Background Information about the Bakken Shale
The Bakken Shale and the underlying Three Forks formation are both part of the Williston Basin, which spans portions of North Dakota, South Dakota, Montana, Manitoba, and Saskatchewan. Much of the industry development to date has occurred on the U.S. side of the border, primarily in Western North Dakota and Eastern Montana. In Canada, the majority of Bakken activity has been focused in Southeast Saskatchewan and Southwest Manitoba.
Most of the Bakken/Three Forks reserves are crude oil, and it is a high quality crude at that. The light sweet crude that is typical in the Bakken has an average API gravity of around 40, which is very similar to the West Texas Intermediate crude oil that is used as the benchmark for the NYMEX crude oil futures contract. Activity in the Bakken has been so robust that in March 2012, North Dakota passed Alaska to become the 2nd highest producing U.S crude oil state, up from 8th in 2002.
Although both the rig count and production was declining along with lower prices as 2015 was drawing to a close, absolute crude oil production continued to hold just above a million barrels a day at 1.16 million b/d in October 2015. It was in July 2013 that total Bakken crude production exceeded 1 million bbls/day for the first time.
Lynn Helms, director of the North Dakota’s Department of Mineral Resources said in November, 2015 he expects current price and production levels to continue throughout 2016. Larger producers are slowing down as a signal to the market, he said (see Shale Daily, Nov. 16, 2015).
“Oil price weakness is now anticipated to last through next year, and it is the main reason for the continued slowdown,” Helms said. Production and rig counts continued to drop in September, and the number of uncompleted wells increased by 98 to 1,091. Natural gas production in September dropped to 48.1 Bcf (1.60 Bcf/d) from 51 Bcf (1.64 Bcf/d) in August. Producing wells dropped slightly from an all-time high in August (13,031) to 13,025 in September. It was the first time in the last 12 years that the number of producing wells dropped.
Helms called the 2% (25,000 b/d) drop in production significant. “That’s sending a definite signal to the market that oil and gas operators are not willing to do a lot of drilling or hydraulic fracturing or produce oil at these low prices,” he said.
The current drop is deeper than operators would have anticipated going into this year, said Helms, noting that natural gas production also fell nearly 2% for the month.
“With the mild weather, natural gas prices are very low, under $2/Mcf, and it’s probably been more than a decade since that has happened [at this time of the year],” Helms said.
The rig count continued to fall, hitting 65 in early October after reaching 71 in September and 73 in August. Bakken sweet crude prices tumbled again, hitting $31.25/bbl in November, compared to $34.37/bbl in October. Only three of North Dakota’s dozen producing counties now have break-even prices that are below the $31.25/bbl price, he said.
57 of the 65 rigs at work in October 2015 were in the “Big 4” counties of McKenzie, Dunn, Mountrail, and Williams, North Dakota, which we believe represents the core of the play.
Helms said it could take up to a year for drilling to reverse course and ramp upward once prices turn around. “Many of the rigs that have been idled are being scavenged for parts,” he said. “It is going to take some weeks or months to put all the pieces back together, mobilize the equipment, get the crews back together and be able to get up and running again.”
Despite the downturn Tulsa-based Oneok Partners LP was planning to start up a new natural gas processing plant in November in the heart of the Bakken Shale play in McKenzie County, ND, and that is just the beginning of a series of infrastructure additions slated for the area by the end of next year (see Shale Daily, Nov.10, 2015).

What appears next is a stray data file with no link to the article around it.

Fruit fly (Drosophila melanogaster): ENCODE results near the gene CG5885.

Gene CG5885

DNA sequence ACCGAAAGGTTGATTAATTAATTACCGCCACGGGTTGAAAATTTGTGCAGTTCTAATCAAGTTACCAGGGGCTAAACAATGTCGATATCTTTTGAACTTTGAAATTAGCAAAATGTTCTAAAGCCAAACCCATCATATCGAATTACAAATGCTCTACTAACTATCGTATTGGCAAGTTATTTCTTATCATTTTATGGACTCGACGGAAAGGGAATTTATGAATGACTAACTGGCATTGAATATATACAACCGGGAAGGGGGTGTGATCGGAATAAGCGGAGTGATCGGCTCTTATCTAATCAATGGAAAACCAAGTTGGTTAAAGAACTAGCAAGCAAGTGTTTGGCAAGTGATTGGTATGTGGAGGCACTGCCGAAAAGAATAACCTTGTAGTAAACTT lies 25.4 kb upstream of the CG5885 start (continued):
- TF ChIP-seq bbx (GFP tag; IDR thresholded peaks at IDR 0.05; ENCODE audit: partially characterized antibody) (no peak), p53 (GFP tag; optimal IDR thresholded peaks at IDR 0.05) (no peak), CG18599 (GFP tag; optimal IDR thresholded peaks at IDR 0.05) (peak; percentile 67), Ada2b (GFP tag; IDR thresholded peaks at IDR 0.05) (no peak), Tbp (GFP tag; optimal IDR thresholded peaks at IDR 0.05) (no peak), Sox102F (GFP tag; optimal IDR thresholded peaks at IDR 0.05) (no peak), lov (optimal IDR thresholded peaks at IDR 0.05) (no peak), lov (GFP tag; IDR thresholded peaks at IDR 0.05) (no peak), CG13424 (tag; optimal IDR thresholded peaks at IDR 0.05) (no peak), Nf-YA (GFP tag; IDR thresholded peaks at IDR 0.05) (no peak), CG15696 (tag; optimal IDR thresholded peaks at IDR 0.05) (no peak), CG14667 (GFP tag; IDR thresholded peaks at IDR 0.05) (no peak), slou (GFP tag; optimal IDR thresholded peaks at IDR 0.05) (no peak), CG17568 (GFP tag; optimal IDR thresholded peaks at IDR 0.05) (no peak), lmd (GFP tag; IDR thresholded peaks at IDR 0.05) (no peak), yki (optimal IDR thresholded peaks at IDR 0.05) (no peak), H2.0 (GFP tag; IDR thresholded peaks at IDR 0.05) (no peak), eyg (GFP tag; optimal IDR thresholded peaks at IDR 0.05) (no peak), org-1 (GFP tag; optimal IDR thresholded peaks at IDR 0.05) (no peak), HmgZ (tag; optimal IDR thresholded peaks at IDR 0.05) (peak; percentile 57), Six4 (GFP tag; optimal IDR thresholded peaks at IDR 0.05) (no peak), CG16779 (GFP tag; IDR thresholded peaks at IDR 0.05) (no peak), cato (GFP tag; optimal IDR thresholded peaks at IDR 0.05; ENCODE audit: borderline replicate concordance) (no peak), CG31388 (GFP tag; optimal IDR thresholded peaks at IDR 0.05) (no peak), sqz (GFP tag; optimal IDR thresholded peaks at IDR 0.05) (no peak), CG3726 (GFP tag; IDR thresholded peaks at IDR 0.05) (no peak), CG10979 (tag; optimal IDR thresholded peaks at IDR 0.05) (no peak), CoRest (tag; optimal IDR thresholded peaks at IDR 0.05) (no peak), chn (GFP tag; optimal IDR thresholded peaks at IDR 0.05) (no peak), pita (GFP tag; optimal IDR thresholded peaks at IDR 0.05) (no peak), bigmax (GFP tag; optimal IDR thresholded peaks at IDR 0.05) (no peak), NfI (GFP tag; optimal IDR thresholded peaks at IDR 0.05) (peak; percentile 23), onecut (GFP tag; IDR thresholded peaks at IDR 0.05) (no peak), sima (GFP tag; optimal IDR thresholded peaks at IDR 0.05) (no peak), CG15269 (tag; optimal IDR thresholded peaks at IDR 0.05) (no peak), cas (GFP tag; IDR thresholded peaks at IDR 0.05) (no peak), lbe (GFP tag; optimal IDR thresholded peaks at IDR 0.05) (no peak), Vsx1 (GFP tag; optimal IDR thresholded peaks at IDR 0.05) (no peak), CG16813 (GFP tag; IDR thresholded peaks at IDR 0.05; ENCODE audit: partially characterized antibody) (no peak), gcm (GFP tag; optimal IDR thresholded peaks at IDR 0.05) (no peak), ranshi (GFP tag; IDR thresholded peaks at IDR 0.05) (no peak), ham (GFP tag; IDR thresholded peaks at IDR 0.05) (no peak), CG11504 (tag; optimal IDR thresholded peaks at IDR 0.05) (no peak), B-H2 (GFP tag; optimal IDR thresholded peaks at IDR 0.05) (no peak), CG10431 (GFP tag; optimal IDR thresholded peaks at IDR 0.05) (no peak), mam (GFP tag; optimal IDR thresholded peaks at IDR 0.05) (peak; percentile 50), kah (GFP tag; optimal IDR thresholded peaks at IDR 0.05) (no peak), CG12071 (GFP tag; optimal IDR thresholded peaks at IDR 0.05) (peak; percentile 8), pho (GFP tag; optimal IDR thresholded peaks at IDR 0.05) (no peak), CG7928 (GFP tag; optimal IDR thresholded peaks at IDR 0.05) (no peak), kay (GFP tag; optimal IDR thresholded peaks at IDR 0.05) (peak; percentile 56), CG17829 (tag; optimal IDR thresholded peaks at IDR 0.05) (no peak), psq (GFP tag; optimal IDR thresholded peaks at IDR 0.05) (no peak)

Oneok’s 200 MMcf/d Lonesome Creek gas processing plant was set to start operations early in 2016, and the company plans to have additional processing and pipeline infrastructure in place, bringing to a close a multi-billion-dollar, six-year effort to meet demand for new takeaway capacity in the Williston Basin (see Shale Daily, May 20, 2014).
Related to the Lonesome Creek facility, Oneok has begun construction of a second expansion of its Bakken natural gas liquids (NGL) pipeline, a $100 million addition to boost the pipeline’s total capacity to 160,000 b/d. It is scheduled to be completed in the second quarter of 2016.
The Bakken NGL pipeline was originally built as a 60,000 b/d conduit and in 2014 was expanded to 135,000 b/d, but additional capacity was needed to handle NGL volumes envisioned from Lonesome Creek.
A year ago, Oneok established a $480-680 million program for infrastructure additions in North Dakota and Wyoming, capping a six-year $7.5-8.2 billion capital expenditure program to keep pace with the U.S. domestic oil/gas boom (see Shale Daily, Sept. 23, 2014).
But early in 2015, Oneok suspended plans to build a trio of gas processing plants in the Bakken and two other shale basins in three states as part of a revised capital spending budget in response to the crude oil price crash (see Shale Daily, Feb. 24, 2015). That included suspension of construction of the Demicks Lake facility in the Williston Basin in North Dakota.
Senior executives of Continental Resources Inc., one of the biggest Bakken Shale and Oklahoma oil producers, in November held onto their optimistic view of increasing onshore production and decreasing costs, although the company also saw more red ink in the third quarter.
The company’s production was up substantially in the Bakken in 3Q2015 results, with the Bakken providing 123,000 boe/d of Continental’s overall production in 3Q2015 of 228,278 boe/d. Based on the quarterly results Continental has increased its production growth guidance to 24-26% this year.
In the Bakken, Continental has slashed the time from spud-to-total depth (TD) to 15 days in 3Q2015 from 17.1 days in the first quarter, COO Jack Stark said. Some of the biggest advances are coming in drilling laterals, and Stark said Continental set a record in the Bakken, completing a 9,490-foot lateral in 2.4 days. “Overall, our enhanced completion costs in the Bakken are down 27% year-to-date to $7 million.” Operators reported more typical, less enhanced well drilling and completion costs more in the $6.2-$6.5 million range in October and November.
Its backlog of drilled but uncompleted wells in the Bakken grew to 123 in the third quarter, with 20-25 of those to be completed before the end of 2015.